I woke up early today to a text message on the sad news that Rep. Elijah Cummings (D. MD) passed early this morning. Elijah was a husband to Maya Rockeymoore, father, brother, lawmaker and friend to many persons, including myself. Just about everyone in Baltimore has an Elijah Cummings story. I am no exception. Many persons call Rep. Cummings by first name as he gave the impression that he was everyone’s friend. For this article, I will refer to him as I knew him—simply as Elijah.
I first met Elijah when I graduated from law school. I didn’t know lawyers with whom I could seek advice. I personally didn’t know any lawyers. Elijah was a family friend who agreed to meet with me to discuss preparing for the Maryland bar exam and on becoming a lawyer. I expected it to be a one- time meeting. However, it turned into a lifetime of mentorship to me. He assisted me with tips on taking and passing the bar exam. I believe that due to his mentorship, I passed the Maryland bar on the first try. Elijah was committed to seeing that more minority students pass the bar exam. Maryland had a notoriously low pass rate for African Americans.
Elijah is the type of person that once he meets you, he genuinely wants to stay connected. Over a few decades, he stayed connected with me. When I moved to Washington, D.C. after serving as a Baltimore prosecutor, he remained in touch to see how my career was progressing. When I shared my passion with him of doing media work to speak out on injustices, he was there to assist me with communications advice.
Elijah was the quintessential Baltimorean. He loved people and never missed an opportunity to help whenever needed. He viewed himself as a son of Baltimore. And when the Baltimore unrest occurred in the aftermath of Freddy Gray’s killing, Elijah walked the streets of Baltimore with clergy to assist to calm the city. Once the unrest subsided, Elijah was there to sweep the streets of debris. How many Congress persons do you ever see sweeping the streets of their city and district? I suspect the answer is none.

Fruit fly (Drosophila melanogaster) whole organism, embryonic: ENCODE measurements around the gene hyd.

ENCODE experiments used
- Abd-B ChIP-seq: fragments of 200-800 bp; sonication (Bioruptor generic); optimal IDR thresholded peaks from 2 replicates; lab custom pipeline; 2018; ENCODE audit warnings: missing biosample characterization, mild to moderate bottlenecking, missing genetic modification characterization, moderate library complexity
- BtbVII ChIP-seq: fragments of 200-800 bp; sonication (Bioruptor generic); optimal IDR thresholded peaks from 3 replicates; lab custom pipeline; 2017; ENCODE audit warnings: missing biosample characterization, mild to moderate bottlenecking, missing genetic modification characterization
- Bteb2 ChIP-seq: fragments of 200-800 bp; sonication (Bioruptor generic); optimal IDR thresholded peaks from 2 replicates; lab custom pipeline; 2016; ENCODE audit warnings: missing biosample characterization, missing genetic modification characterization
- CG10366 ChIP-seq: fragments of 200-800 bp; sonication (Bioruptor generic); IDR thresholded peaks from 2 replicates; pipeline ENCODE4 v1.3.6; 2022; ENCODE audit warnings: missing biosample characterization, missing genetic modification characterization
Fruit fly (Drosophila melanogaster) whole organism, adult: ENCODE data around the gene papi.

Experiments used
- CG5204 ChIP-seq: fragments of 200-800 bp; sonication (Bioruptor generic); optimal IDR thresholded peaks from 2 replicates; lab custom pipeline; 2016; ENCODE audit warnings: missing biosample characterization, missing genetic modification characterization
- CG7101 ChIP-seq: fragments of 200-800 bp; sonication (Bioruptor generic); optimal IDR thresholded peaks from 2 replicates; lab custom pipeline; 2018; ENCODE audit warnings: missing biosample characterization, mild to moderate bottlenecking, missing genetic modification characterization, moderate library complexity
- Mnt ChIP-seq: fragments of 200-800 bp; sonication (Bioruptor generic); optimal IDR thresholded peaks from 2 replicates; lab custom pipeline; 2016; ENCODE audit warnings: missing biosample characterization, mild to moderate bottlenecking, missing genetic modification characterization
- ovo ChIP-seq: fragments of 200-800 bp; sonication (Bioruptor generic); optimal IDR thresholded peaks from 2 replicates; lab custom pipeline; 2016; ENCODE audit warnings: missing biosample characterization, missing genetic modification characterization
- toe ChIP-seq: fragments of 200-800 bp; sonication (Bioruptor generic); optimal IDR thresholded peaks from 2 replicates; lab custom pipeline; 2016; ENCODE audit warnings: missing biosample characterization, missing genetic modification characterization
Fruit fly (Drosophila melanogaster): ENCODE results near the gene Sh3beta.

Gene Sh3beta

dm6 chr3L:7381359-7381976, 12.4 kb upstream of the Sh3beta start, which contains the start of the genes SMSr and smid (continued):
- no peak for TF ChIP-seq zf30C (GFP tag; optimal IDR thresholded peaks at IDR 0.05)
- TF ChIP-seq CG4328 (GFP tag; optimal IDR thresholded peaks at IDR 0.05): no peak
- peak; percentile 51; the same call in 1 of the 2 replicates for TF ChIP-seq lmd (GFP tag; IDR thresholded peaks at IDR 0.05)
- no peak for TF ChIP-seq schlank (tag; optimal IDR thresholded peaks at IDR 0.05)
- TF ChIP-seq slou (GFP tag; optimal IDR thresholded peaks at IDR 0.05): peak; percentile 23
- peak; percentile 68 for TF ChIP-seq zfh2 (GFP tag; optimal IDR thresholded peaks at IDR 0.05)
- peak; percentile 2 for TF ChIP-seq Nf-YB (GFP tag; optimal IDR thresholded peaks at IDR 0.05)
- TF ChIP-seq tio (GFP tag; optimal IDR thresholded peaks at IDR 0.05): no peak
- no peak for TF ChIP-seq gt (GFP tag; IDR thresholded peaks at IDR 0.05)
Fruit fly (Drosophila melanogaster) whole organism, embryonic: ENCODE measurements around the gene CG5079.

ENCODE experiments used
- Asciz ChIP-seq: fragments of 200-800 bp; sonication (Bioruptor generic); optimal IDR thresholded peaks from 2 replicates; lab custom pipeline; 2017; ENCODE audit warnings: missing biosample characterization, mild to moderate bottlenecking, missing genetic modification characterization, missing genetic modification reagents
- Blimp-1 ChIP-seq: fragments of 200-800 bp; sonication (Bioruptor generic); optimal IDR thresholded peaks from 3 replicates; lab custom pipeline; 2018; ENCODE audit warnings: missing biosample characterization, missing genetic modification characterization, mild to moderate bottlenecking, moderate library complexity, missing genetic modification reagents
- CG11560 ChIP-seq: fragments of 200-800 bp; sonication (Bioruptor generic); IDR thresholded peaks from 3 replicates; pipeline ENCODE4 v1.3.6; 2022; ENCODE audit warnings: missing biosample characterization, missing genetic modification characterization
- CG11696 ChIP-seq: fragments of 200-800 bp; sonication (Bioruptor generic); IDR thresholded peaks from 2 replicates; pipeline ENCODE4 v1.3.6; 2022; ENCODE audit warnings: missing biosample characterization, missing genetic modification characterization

The loss to Baltimore and the country is unmeasurable. As Congressman Adam Schiff stated:
“Elijah was the heart and soul of our caucus, a dignified leader with a voice that could move mountains. He was often the first to call to offer a kind word, a suggestion, or posit a way forward on the trickiest of issues. And it was Elijah who we turned to most when we needed guidance or help.”
“Elijah was our moral and ethical North Star, always shining bright and clear. Now we will be guided by his powerful memory and incomparable legacy. Rest in Peace, my friend.”
Elijah Cummings well served his district, his family, colleagues and his country. In doing so, he helped to make the world a better place by his presence. May his legacy continue to live on in all others that he served, supported and mentored.
Debbie Hines is a trial lawyer and former Baltimore City prosecutor.